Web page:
NPR Staff

While some of Washington's most prominent Republican leaders are still struggling over whether to endorse Donald Trump, Senate Majority Leader Mitch McConnell made the call to do so last month — as soon as Trump became the likely nominee.

This election has brought a bitter primary season: candidates at each other's throats; a Democratic Party in crisis. But it's nothing new.

Eight years ago, the Democratic Party was recovering after a brutal primary between Sens. Barack Obama and Hillary Clinton.

Now, the party has found itself in a similar place.

This week on For the Record: Lessons learned from the 2008 Democratic primary, with two political operatives who lived through it.

By the time his first memoir, Fresh Off The Boat, came out in 2013, Eddie Huang was really hitting his stride. His New York restaurant, Baohaus — which serves gua bao, or Taiwanese hamburgers — was doing really well. His TV show, Huang's World, was taking him all over the world.

Some people may only remember Vice Adm. James Stockdale as independent presidential candidate Ross Perot's running mate in 1992. His opening statement of a disastrous performance during the vice presidential debate — "Who am I? Why am I here?" — made him a punchline on late night TV.

But Stockdale's legacy far surpasses any failed political endeavors. In 1965, his plane was shot down over North Vietnam and he was taken as a prisoner of war at Hoa Lo. He would be a POW for nearly eight years.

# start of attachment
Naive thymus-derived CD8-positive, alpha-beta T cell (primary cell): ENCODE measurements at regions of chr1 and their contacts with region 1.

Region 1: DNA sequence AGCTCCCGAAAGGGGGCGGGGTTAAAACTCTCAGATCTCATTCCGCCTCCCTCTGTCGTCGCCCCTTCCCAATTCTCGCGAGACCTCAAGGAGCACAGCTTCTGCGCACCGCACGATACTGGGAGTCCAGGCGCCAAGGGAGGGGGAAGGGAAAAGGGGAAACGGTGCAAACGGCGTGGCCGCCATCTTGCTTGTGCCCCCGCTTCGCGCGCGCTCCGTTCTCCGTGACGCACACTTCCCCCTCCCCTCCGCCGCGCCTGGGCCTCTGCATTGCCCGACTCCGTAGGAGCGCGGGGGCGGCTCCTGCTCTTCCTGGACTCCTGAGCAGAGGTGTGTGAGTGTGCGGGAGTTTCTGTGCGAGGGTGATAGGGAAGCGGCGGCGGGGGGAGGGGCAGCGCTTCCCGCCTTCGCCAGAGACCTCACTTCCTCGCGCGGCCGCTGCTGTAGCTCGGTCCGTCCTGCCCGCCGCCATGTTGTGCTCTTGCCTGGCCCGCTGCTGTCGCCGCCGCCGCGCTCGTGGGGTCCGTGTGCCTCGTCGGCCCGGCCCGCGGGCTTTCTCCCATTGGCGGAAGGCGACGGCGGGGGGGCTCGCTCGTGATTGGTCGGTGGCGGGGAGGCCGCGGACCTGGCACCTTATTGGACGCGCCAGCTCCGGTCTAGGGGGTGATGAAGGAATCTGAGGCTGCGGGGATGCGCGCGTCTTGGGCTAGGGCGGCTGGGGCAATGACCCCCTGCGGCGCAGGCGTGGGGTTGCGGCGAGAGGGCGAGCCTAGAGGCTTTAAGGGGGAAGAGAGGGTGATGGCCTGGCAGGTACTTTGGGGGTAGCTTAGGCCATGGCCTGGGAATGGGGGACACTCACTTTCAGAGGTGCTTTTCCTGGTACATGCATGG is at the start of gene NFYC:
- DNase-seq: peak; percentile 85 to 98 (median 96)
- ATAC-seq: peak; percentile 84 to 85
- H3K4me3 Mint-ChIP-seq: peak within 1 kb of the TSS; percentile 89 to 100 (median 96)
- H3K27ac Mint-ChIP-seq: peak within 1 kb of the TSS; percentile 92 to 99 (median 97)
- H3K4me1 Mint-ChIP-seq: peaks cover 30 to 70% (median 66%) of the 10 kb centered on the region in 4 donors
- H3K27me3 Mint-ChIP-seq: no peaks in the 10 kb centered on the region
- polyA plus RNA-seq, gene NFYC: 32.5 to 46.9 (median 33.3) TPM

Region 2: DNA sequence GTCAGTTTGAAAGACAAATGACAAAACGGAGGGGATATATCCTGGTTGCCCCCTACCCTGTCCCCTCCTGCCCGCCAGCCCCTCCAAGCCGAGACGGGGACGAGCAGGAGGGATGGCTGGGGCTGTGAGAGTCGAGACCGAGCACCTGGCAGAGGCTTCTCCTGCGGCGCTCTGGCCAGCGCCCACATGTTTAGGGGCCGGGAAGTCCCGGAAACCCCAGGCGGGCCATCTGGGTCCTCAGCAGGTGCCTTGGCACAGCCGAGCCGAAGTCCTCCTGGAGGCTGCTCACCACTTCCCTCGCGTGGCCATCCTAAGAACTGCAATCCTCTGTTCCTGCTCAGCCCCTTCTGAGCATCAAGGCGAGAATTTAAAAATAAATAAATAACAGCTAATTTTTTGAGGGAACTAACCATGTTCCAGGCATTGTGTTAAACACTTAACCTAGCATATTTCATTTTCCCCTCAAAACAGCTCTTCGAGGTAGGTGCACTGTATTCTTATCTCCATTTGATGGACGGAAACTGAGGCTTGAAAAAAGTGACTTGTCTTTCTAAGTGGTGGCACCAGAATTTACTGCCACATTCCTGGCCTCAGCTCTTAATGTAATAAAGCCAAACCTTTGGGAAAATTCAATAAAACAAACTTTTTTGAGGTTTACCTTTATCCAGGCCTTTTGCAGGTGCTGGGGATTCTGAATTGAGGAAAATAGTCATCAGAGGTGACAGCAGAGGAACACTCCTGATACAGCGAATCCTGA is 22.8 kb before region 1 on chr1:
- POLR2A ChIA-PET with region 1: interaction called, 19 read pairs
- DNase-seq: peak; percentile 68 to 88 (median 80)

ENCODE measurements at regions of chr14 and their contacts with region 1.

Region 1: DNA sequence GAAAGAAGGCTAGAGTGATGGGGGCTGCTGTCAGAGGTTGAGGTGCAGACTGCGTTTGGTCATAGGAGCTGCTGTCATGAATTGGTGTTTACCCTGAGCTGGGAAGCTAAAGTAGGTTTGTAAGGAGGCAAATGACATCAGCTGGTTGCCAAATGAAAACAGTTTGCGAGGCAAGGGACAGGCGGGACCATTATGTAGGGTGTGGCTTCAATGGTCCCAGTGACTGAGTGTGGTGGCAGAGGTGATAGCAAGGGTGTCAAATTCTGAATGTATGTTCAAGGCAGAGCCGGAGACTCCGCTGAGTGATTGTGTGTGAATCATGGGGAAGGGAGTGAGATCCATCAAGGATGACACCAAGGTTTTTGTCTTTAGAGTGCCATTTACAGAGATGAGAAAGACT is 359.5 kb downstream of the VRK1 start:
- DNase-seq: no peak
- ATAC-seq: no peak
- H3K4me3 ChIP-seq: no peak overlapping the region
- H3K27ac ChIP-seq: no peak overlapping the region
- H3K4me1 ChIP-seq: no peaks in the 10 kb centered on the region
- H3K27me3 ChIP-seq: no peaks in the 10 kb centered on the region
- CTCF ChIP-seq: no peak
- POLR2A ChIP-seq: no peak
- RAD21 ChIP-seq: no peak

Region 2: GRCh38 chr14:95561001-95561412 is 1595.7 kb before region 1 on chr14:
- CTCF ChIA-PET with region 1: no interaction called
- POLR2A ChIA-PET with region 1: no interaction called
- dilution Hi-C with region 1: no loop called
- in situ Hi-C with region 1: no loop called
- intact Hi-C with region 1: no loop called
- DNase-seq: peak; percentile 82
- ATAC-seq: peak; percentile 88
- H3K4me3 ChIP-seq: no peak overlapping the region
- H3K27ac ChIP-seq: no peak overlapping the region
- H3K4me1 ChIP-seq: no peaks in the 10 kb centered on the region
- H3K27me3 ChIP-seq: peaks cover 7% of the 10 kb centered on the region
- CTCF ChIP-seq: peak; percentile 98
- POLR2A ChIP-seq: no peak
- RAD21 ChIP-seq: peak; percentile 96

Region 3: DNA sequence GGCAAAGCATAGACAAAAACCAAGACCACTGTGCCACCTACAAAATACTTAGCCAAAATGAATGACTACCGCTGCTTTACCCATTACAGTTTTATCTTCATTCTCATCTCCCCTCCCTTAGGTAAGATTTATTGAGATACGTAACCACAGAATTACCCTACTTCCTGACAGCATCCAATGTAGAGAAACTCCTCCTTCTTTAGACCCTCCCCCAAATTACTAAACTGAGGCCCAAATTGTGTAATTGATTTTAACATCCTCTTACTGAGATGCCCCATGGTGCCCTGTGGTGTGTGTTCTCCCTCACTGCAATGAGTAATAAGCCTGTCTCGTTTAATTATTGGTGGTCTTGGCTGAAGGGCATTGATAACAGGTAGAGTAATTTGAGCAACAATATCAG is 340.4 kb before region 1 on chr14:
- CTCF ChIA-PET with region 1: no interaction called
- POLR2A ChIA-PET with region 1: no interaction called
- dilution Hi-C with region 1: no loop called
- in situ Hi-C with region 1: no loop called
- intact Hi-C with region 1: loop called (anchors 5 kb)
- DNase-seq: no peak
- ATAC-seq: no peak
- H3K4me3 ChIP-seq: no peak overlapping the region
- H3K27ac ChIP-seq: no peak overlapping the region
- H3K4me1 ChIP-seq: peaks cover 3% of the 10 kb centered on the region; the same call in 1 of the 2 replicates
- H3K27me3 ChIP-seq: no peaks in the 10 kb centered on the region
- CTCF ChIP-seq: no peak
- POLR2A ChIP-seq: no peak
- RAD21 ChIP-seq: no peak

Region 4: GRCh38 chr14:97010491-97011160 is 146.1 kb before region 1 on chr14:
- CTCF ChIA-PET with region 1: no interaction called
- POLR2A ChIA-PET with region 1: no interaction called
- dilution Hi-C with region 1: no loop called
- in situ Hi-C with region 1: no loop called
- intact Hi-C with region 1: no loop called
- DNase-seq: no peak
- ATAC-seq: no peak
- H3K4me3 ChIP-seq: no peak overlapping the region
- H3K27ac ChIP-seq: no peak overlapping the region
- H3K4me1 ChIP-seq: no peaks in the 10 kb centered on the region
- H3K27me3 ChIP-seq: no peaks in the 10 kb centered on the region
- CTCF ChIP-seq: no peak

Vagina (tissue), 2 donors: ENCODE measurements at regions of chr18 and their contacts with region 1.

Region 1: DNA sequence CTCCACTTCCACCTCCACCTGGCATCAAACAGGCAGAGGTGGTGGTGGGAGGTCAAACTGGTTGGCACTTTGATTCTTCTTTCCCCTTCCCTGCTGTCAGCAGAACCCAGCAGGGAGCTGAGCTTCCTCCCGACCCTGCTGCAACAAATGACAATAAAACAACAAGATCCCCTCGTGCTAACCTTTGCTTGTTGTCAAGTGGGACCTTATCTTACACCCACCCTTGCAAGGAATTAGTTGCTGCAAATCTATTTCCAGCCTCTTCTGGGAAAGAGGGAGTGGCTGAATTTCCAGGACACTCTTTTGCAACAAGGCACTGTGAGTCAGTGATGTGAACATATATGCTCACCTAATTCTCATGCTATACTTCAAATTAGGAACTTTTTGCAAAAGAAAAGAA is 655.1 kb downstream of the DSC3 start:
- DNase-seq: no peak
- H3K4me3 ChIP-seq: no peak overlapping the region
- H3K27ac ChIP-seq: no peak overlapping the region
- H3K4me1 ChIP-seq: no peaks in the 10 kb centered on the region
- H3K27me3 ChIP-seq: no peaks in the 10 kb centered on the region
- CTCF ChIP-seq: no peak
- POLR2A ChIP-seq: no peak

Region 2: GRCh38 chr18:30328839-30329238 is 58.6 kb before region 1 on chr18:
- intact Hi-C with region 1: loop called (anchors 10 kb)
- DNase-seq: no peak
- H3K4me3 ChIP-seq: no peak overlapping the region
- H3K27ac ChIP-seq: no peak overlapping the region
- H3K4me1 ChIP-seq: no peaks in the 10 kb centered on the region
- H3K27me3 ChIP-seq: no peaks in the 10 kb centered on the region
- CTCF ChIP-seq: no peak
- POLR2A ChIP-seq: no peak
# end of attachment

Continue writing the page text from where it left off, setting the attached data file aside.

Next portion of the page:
In the late 1980s, Moby was drawn to what he calls "the dirty mecca" of New York City. As a DJ and electronic musician, he was a staple of the rave scene: massive crowds dancing until dawn, probably under the influence of a substance or two, all moving as one to his songs.

We often associate climate change with too much water — the melting ice caps triggering a rise in sea levels. Now a new World Bank report says we also need to think about too little water — the potable sort.

A new oil painting has just arrived in what may be the world's most clandestine art gallery — the fine arts collection at the headquarters of the Central Intelligence Agency.

This commissioned work isn't your typical still life; the tableau is a busy clutter of gear — photos, blueprints, weapons and ammunition.

In the late 1940s, in the small, coal-mining township of Bethel, Pa., Marie Sayenga was raising two children — one named Bill — on a secretary's salary.

"Mama was widowed when I was 4 years old," retired teacher Bill Sayenga says to his daughter Ellen Riek during a recent visit to StoryCorps. "She had no education beyond high school. Raised my sister and me on almost no money. And bought a house so that her kids would have a proper place to grow up."

Corinne Bailey Rae has traveled great distances in her music. The UK singer's self-titled debut album came out 10 years ago; all sunshiny pop, it was a huge hit. Her second album, The Sea took an emotional turn, coming shortly after her husband of seven years died suddenly. Rae was 29.

At White House state dinners, it's customary for a president to nod to the strengths and contributions of guest countries. And when hosting Nordic nations on Friday, President Obama paid tribute to a particular Finnish export.

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